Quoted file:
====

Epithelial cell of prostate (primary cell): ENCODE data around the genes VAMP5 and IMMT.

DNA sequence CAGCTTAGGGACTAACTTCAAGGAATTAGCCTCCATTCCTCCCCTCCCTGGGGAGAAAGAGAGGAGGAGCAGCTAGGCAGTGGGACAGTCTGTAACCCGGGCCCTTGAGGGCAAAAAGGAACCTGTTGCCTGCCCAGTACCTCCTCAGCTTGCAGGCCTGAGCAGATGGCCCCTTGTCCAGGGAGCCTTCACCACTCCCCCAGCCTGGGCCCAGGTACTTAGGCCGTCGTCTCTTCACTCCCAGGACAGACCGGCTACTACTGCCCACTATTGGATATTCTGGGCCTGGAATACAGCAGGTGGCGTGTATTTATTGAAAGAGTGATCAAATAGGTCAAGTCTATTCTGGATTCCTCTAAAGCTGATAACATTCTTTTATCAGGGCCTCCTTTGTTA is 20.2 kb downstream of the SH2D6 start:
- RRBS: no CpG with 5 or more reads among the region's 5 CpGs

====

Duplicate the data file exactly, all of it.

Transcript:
Epithelial cell of prostate (primary cell): ENCODE data around the genes VAMP5 and IMMT.

DNA sequence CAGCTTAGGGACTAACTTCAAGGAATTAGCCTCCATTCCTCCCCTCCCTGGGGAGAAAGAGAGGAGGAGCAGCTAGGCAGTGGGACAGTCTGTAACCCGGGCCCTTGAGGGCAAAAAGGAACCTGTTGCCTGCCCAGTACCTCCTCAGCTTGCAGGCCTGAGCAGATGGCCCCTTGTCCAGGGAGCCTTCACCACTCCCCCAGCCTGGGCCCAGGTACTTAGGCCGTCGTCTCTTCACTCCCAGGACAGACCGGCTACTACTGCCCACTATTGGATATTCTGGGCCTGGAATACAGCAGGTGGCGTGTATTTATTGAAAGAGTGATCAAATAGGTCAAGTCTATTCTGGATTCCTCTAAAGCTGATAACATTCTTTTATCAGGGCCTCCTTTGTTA is 20.2 kb downstream of the SH2D6 start:
- RRBS: no CpG with 5 or more reads among the region's 5 CpGs